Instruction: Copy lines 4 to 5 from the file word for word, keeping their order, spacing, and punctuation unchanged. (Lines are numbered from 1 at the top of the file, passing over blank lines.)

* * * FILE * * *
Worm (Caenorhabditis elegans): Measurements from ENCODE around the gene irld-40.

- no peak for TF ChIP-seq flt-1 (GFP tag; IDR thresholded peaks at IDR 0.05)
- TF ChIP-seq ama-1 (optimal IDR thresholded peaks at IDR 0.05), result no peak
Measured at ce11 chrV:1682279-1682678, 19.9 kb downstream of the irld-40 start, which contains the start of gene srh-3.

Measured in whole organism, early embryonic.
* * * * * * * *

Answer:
Measured at ce11 chrV:1682279-1682678, 19.9 kb downstream of the irld-40 start, which contains the start of gene srh-3.

Measured in whole organism, early embryonic.